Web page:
It can be done however, my father used to work for ShopRite in NJ/NY area, they opened a inner city store in Brooklyn and it did a great business catering to the Hasidic and Hispanic populations.
    @GigCityPlanner

  6. #6
    Cyburbian mgk920's avatar
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    Another issue (and I have brought this up in these forvms before) is that in some areas, there is a serious problem with properties that are suitable for grocery stores having 'no compete' clauses in their property deeds prohibiting their use as grocery stores. They were built as grocery stores, the original owners eventually closed them and put the clauses in the deeds when the properties were placed on the real estate market. IIRC, there is a very large area on Chicago's southwest side with no grocery stores for that reason, even though there are several operators whom are anxious to get in without that impediment.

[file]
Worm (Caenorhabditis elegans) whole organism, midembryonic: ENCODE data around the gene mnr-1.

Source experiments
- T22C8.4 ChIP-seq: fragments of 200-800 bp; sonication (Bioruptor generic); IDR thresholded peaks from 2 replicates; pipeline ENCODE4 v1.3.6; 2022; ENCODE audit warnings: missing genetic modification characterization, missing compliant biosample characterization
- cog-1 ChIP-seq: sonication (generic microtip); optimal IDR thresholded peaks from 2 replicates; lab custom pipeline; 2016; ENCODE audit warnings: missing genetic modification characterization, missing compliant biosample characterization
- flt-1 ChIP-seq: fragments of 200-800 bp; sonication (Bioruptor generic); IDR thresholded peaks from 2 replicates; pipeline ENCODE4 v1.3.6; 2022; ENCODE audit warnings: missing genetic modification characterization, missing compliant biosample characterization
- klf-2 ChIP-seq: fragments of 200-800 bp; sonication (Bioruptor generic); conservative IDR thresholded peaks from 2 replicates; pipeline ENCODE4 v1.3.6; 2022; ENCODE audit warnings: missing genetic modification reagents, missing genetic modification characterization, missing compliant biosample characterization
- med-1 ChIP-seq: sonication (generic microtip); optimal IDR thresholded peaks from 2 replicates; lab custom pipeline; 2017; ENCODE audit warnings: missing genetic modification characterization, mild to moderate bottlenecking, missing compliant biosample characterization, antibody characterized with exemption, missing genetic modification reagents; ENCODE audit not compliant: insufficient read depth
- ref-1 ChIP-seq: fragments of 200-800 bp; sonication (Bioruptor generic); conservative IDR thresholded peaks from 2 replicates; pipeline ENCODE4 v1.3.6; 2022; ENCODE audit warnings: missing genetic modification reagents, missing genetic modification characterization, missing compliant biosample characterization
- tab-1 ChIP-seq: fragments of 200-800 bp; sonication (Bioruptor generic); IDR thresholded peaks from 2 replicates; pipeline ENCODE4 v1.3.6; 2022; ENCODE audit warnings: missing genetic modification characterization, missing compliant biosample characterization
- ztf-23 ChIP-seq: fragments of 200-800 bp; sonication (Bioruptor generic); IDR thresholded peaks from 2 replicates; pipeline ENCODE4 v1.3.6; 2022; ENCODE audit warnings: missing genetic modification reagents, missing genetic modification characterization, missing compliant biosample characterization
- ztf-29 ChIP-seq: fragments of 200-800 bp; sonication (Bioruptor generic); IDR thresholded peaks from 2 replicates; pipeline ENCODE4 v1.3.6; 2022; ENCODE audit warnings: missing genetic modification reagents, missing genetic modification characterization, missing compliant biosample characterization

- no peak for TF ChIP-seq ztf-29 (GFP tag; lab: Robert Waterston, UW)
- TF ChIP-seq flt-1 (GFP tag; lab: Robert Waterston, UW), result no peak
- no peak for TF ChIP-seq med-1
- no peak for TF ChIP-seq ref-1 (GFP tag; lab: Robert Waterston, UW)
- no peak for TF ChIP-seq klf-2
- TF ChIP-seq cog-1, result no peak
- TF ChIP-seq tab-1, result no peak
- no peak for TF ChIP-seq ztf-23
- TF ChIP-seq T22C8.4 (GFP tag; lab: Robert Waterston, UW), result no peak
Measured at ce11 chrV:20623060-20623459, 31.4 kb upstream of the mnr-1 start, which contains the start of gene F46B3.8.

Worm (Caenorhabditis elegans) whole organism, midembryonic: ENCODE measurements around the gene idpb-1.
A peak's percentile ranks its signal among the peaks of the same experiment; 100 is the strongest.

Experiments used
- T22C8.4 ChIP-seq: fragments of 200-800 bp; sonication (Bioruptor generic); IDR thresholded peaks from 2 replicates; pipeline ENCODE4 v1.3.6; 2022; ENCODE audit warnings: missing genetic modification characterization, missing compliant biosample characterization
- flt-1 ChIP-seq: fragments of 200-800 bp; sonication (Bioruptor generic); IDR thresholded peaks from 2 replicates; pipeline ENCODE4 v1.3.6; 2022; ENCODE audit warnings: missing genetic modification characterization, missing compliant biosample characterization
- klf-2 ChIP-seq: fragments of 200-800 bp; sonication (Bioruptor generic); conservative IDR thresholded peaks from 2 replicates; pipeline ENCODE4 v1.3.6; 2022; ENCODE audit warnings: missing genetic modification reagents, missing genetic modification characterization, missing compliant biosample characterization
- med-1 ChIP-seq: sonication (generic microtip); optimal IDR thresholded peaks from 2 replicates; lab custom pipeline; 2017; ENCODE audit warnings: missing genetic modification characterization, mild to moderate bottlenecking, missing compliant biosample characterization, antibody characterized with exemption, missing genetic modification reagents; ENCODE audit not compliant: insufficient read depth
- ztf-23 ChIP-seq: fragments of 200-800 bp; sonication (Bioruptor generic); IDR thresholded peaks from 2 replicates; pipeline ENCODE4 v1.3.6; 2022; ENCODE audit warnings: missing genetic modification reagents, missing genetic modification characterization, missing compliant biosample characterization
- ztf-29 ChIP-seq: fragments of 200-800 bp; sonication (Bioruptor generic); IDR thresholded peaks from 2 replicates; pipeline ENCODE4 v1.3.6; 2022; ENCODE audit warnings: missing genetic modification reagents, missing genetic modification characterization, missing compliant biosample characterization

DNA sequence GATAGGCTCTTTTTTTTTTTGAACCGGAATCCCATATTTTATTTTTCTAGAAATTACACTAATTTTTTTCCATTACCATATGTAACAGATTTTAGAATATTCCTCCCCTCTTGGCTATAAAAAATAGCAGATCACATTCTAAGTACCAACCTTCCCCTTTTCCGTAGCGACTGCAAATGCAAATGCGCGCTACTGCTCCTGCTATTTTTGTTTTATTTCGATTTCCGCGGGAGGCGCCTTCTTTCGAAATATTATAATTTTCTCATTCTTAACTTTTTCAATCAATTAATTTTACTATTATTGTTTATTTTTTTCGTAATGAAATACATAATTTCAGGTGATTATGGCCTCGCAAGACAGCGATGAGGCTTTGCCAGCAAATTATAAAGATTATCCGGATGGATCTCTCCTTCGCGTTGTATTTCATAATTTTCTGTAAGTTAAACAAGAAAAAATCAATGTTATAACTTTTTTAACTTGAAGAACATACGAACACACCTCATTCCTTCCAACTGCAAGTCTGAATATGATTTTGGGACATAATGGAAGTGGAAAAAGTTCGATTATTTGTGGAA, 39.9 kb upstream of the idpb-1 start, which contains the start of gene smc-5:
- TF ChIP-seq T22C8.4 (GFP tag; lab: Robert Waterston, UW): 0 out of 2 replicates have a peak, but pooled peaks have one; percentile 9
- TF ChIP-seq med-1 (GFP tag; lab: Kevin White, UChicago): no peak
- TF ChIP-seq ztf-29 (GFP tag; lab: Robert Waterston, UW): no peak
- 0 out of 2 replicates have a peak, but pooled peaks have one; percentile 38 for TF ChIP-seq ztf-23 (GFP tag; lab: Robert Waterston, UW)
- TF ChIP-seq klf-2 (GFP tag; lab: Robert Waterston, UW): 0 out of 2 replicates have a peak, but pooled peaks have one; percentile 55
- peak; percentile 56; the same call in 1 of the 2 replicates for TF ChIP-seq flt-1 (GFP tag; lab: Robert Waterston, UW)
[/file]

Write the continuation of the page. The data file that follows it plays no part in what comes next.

Mike

  7. #7
    Cyburbian wahday's avatar
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    I'm glad to se this topic getting more attention - I think it is an important feature of public health that is not often discussed. The Food Trust, a Philadelphia-based non-profit dealing with access to healthy foods, public school campaigns and more, has been working on this for some time and was the first group I saw talking about it (though I am sure there are others):

    http://www.thefoodtrust.org/

    The organization is really pretty amazing - they have a multi-million dollar budget to provide incentives for supermarkets to locate in poor areas of town - and the research they have done is top-notch. Check out some of their publications. You link to their "need for supermarkets" report which has some nice GIS-based geographic research linking income, health and access to markets and other sources of fresh foods here: http://www.thefoodtrust.org/catalog/...id=0&cursor=10